Monday, January 01, 2007

NFL Thoughts, Week 17

Good-bye to the 06-07 season, and good riddance from a betting standpoint. As I have mentioned before, around week 10 I attempted to develop a regression model to see what (if any) factors might best indicate a team's weekly performance. Though I haven't completely abandoned hope, as of right now I'm the black trooper in Spaceballs combing the desert with his pick: I ain't found shit. I mean nothing. I've tried total offensive yards, total defensive yards, passing yards (gained/allowed), rushing yards (gained/allowed), sacks (made/allowed), takeaways, giveaways, home field advantage (not just no correlation on this one, by the way, but a NEGATIVE correlation--how?!), bye-week advantage, short week advantage, Atkins Advantage--you name it, I tried it.

And if you're the type of aesthete who shuns statistics and thinks I was wasting my time, well, you're...absolutely right. On the other hand, the sexy intangibles weren't really a reliable predictor either. Just look at the final week: who could have had more intangible advantages than Denver, Dallas, and Cincinnati: all three playing at home, all three with huge playoff incentives to win, all three playing crappy and/or indifferent teams (you could argue that Dallas's opponent, Detroit, actually had an incentive to lose in order to get a higher draft pick). And all three lost! That Denver game played out like the old Cold War nuclear-cautionary movie Fail-Safe: the Broncos had a ton of backup plans--and to top it off only needed a tie--but still couldn't avert an apocalyptic disaster. At the same time, if you're a trend-bucking rebel who liked underdogs, the Patriots crushed the Titans, the Giants stomped the Redskins, and the Jets un-ironically torched the Raiders.

If there's any consolation to us all, I still don't think you could just pluck a space alien out of a flying saucer (or even an illegal alien out of a midwestern meat-packing plant, for that matter) and have him/her/it choose winners better than you. I base this conclusion on how I envision my wife would have performed had she bet this season. First, she would have put the most down on the Dolphins all year (Dolphins are cute), then the Colts (ditto), then Oakland (where her favorite band, Green Day, is from), then Green Bay (sounds like "Green Day"), and then Minnesota (purple is pretty). Her only consistent successes would have been San Diego (her best friend is from there) and Baltimore (a wannabe goth, the whole Ravens/Edgar Allen Poe/violent and bloody death thing appeals to her). So you still have to know something about football, but paying $7 for special "insider" magazines and researching obscure efficiency rankings--not that I do any of these things, of course--will probably do nothing for you (other than anger your spouse--again, so I'm told).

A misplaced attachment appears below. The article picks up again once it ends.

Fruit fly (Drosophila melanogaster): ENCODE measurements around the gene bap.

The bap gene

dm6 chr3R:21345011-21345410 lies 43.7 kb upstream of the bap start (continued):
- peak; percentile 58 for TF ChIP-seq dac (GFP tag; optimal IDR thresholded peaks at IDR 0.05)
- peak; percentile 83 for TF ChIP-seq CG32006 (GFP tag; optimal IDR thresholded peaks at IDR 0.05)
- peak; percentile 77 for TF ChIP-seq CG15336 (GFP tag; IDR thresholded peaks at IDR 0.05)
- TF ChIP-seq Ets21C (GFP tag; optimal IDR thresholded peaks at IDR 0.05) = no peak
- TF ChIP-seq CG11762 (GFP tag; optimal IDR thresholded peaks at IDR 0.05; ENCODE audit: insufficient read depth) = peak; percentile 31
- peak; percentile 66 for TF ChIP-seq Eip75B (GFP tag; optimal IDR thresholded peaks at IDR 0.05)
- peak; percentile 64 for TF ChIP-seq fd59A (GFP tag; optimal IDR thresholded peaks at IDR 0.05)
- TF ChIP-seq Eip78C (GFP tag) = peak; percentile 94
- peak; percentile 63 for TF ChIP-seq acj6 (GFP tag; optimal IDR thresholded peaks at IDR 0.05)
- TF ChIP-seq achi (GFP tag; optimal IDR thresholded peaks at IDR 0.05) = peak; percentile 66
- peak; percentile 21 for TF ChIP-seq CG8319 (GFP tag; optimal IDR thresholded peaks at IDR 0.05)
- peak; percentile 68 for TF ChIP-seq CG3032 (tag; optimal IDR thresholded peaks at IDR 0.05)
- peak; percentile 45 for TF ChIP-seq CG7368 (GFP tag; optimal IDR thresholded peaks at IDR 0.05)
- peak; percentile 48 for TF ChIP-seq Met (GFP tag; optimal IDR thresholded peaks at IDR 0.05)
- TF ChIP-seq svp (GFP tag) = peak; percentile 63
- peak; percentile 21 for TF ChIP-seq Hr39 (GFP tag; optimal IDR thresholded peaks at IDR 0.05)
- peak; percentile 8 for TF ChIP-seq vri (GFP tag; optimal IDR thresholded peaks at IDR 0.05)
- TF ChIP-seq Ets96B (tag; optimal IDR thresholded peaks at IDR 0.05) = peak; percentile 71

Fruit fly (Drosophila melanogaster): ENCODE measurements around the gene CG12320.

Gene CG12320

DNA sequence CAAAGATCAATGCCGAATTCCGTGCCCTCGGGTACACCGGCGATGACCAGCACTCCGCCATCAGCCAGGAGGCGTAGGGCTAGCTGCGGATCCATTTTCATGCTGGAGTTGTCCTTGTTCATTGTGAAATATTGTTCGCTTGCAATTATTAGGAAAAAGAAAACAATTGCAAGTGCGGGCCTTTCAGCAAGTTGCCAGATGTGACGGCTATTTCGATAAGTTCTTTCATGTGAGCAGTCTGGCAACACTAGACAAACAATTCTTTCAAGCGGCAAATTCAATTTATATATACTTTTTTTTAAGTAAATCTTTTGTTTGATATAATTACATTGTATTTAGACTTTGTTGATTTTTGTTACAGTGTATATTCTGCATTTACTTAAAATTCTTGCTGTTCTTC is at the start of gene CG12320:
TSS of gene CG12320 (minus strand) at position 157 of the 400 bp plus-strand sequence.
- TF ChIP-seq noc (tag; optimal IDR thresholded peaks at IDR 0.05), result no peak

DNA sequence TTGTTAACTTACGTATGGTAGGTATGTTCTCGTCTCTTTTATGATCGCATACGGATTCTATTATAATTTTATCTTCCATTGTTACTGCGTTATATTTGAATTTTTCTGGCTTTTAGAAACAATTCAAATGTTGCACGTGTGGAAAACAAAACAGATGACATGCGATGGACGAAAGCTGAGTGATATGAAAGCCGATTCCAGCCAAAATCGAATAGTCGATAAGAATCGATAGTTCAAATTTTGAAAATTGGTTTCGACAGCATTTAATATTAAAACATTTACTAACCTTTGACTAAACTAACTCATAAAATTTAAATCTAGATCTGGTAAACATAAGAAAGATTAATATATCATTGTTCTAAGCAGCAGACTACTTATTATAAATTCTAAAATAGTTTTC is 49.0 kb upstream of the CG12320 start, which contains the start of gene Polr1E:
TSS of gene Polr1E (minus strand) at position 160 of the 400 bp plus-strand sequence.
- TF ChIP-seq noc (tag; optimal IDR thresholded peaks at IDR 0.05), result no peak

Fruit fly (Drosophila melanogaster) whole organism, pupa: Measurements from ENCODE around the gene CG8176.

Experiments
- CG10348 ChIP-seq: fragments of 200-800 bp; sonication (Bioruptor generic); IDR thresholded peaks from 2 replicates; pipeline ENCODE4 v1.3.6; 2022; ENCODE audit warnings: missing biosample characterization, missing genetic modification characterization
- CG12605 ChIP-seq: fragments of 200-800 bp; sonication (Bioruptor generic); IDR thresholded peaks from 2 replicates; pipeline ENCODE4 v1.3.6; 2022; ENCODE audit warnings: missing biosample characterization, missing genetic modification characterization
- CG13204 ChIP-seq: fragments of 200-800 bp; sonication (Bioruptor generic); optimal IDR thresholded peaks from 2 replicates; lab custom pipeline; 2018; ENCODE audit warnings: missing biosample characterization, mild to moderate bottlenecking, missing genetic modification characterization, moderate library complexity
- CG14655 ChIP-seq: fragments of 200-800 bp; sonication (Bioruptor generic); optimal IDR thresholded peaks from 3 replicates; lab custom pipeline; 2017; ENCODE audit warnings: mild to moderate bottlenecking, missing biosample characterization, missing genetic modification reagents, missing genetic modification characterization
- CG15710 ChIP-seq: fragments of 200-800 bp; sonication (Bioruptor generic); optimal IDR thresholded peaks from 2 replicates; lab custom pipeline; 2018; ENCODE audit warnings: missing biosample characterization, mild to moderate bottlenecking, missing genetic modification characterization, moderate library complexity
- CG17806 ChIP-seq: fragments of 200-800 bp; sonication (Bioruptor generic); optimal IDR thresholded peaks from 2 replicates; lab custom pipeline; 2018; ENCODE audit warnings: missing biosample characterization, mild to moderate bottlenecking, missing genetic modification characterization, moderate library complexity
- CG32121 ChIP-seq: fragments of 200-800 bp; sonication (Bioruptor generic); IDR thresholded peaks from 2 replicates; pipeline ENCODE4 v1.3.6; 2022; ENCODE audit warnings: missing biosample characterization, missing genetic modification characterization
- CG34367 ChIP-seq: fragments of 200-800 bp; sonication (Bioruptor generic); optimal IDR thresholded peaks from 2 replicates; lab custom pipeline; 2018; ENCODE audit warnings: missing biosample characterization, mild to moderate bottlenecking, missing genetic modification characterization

So while I'll miss football, I'll also be happy to retreat full-time to the NBA, where the round ball takes no weird bounces, the weather plays no role, home court is not really an advantage (or a disadvantage), injuries are limited, crazy plays and unforseen turnovers can only lead to at most 2% of the total scoring, there are only 13 players/head-cases on the entire roster, and the good teams crush the bad ones darned near every time (as a Bobcats fan, I'm only too painfully aware of this fact)--in short, where outcomes are safe and predictable.

There's a reason why movies with bad and/or ambiguous endings rate poorly with audiences: we want logical closure. We want evil punished (especially if the punishment involves hanging the evildoer on a fighter jet's missile and firing him into a helicopter--the more imaginative, the better) and girls to eventually realize their shy and thoughtful guy-friends have actually been their soulmates all along. And if we can get hilarious cameos by Will Farrell thrown in, all the better. But give us something like Eraserhead, and we demand our money back (or, in my case, become so troubled after seeing it that we hang a poster of it on our apartment wall for five years as a twisted way of inoculating ourselves from nightmares, then wonder why girls won't talk to us).

Offensive Player of the Week: Jon Kitna, Lions. 28/42 for 306 yards and 4 touchdowns. Kitna probably played well enough for the Lions to think they don't need a quarterback and hence can blow yet another high draft pick on a receiver. Calvin Johnson in Detroit blues? How could Matt Millenresist--it'd be like telling a drug addict you've got an extra ticket to see The Grateful Dead.

Defensive Player of the Week: Walt Harris, 49ers. 2 INT's, one for a TD, to ruin the Broncos season. Because of Harris, at the post-game press conference Mike Shanahan looked disturbingly like Anthony Perkins at the end of Psycho; I just hope one of the stadium security guards was able to give the poor guy a blanket.

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